Tyler Graham was originally drafted by the Chicago Cubs in the 14th round of the 2005 entry draft, but chose to return to Oregon State University for his senior season. After his 2006 season at Oregon State, where he hit .323, he was taken by the Giants in the 16th round of the entry draft.
Graham played in 50 rookie league games in 2006, hitting only .240. He slowly worked his way through the minor leagues, eventually reaching triple-A in 2009. Graham played just 17 games in Fresno that year, hitting only .217.
But 2010 was a breakout year for Graham.
He hit a career-high .343 in 109 games for Fresno, swiping 35 stolen bases. In 2011, he set a Grizzlies team record with 60 steals on the season. However, his batting average fell to .273.
By far, Graham’s biggest asset is his speed. He has notched at least 29 steals in each of his five full minor league seasons. However, Graham does not offer much more than that offensively. While he hit 10 home runs during the 2009 season, he has hit only 17 career home runs in 539 professional games. He also doesn’t have much extra-base power. Graham has never had more than 23 doubles or four triples in a season, and the .433 slugging percentage he posted in 2010 was a career high.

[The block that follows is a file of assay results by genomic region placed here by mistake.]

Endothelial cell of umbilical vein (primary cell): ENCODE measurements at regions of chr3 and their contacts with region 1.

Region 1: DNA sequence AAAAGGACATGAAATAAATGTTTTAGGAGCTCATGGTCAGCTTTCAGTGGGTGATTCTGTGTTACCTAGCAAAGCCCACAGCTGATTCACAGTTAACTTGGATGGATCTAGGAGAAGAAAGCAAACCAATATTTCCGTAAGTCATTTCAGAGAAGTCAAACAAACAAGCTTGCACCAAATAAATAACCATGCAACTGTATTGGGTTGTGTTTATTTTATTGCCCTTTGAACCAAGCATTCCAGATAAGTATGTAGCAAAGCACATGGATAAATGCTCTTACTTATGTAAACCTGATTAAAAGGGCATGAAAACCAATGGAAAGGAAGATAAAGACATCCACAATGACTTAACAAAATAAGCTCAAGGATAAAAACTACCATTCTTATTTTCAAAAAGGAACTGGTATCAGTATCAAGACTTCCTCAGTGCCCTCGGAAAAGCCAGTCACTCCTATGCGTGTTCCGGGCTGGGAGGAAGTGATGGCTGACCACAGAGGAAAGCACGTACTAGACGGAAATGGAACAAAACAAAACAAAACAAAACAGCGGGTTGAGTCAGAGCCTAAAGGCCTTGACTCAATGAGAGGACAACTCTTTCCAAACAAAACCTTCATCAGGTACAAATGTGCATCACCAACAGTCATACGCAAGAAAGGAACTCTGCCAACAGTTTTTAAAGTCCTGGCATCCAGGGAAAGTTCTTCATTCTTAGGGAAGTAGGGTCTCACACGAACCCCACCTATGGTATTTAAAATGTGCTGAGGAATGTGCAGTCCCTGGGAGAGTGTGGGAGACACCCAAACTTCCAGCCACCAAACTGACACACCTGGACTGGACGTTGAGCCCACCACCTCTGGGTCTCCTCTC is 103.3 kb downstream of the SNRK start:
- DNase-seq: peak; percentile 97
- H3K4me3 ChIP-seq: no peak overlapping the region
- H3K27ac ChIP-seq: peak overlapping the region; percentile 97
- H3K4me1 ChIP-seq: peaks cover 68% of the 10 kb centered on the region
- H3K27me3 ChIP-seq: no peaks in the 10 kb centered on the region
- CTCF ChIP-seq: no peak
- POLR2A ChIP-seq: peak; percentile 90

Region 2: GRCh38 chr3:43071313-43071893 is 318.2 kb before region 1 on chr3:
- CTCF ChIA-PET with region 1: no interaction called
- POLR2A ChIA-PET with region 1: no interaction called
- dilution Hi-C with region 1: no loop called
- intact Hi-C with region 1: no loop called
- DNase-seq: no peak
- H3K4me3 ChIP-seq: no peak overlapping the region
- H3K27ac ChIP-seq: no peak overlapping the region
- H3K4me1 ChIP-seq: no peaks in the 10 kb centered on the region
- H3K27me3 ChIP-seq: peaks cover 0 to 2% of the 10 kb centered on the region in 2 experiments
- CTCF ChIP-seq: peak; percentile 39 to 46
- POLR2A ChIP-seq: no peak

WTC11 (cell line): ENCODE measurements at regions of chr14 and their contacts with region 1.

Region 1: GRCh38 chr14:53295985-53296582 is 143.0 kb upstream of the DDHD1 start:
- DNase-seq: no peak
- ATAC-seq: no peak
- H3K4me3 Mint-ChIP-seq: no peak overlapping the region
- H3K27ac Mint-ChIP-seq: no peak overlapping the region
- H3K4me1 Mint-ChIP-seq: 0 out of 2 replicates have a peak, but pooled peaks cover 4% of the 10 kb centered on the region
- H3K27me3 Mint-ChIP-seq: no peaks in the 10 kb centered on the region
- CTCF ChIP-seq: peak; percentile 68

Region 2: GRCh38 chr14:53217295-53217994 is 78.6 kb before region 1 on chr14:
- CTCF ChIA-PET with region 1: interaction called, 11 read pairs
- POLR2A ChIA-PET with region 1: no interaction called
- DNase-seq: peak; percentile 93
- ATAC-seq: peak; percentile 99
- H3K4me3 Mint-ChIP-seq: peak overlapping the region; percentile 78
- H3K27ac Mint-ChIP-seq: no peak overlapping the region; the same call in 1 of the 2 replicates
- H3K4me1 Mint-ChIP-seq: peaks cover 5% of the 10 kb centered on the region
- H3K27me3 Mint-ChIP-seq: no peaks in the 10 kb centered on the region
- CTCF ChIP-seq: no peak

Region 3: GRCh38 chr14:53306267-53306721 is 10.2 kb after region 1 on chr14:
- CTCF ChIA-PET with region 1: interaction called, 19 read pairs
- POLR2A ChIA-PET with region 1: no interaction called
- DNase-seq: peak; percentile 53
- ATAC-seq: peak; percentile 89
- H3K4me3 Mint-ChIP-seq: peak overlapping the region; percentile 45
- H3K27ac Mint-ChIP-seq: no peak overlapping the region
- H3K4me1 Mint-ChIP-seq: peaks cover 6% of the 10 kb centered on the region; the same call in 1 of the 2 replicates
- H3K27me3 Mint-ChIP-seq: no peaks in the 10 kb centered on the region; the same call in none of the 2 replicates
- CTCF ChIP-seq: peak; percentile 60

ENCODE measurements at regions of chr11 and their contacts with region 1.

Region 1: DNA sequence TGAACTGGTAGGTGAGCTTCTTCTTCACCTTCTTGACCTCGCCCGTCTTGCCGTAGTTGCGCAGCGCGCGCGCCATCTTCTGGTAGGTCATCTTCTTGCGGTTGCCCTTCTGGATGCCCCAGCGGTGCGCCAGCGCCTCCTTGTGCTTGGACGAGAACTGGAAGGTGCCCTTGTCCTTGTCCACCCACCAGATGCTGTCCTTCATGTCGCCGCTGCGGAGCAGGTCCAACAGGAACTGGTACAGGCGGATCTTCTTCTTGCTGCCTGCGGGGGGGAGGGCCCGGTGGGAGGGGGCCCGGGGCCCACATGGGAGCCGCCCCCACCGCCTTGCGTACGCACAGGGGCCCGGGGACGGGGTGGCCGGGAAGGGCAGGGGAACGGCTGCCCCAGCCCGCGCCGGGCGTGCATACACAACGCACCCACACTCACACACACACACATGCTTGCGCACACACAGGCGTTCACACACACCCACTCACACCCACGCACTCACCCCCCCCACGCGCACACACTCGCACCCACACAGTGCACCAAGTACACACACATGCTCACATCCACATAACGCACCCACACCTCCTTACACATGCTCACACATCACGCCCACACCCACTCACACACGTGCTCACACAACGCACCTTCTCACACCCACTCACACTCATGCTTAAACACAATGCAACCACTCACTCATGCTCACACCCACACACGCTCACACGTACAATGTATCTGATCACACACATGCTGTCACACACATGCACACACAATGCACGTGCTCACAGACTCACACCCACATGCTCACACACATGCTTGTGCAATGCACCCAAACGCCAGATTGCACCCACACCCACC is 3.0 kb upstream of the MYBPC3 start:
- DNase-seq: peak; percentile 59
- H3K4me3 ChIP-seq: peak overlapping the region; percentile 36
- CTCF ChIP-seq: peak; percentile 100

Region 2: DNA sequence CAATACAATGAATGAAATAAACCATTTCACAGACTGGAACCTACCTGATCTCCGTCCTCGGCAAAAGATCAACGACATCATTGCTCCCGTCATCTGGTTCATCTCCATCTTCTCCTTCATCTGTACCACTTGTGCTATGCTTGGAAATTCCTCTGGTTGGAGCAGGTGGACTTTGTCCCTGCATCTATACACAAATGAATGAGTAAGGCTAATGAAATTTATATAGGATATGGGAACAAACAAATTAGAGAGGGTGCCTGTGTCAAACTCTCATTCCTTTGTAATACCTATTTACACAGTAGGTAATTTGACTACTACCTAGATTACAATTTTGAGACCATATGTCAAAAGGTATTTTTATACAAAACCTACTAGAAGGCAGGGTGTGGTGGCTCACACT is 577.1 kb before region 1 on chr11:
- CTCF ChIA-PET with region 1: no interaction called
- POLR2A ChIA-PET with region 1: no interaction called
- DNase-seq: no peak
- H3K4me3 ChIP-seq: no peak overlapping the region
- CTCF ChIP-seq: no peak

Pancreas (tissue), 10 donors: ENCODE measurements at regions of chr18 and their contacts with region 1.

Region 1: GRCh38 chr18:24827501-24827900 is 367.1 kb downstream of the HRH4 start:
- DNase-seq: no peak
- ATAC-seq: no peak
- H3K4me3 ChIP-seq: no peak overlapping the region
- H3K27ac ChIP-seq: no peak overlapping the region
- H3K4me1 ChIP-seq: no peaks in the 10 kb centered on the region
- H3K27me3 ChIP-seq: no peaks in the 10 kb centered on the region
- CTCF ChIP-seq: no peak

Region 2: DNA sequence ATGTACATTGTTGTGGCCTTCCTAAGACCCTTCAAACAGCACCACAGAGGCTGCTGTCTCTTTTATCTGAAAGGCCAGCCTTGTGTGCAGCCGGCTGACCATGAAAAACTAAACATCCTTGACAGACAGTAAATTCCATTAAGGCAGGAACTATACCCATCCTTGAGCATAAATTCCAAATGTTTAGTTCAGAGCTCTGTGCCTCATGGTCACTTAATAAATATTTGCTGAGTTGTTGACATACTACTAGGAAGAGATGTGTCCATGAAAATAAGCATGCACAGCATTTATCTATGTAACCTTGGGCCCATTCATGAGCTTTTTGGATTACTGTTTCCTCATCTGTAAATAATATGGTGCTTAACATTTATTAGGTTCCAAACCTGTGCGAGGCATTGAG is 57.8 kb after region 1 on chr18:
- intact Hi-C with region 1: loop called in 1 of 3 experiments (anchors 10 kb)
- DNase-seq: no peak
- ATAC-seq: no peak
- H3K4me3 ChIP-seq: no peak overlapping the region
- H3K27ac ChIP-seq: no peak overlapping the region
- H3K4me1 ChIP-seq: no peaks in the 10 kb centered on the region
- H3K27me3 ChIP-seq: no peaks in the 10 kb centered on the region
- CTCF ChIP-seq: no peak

However, his speed allows him to be a strong defensive player. Graham tracks balls well in left field, and has above average range.
At 28 years old, Graham has passed the stage of his career where he would still be considered a prospect. He is a one-dimensional player, not offering much more than speed and strong defense. Also, because he is not overly patient at the plate -- his career-high in walks is only 31 -- Graham does not fit the mold of a top-of-the-order hitter. At this stage in his career, his major league value appears to be as a fourth outfielder, specializing as a defensive replacement and a pinch runner.
Graham’s skill set reminds us of Juan Pierre. He has very good speed, both on the base paths and in the field, but has little power, a decent batting average and a questionable throwing arm.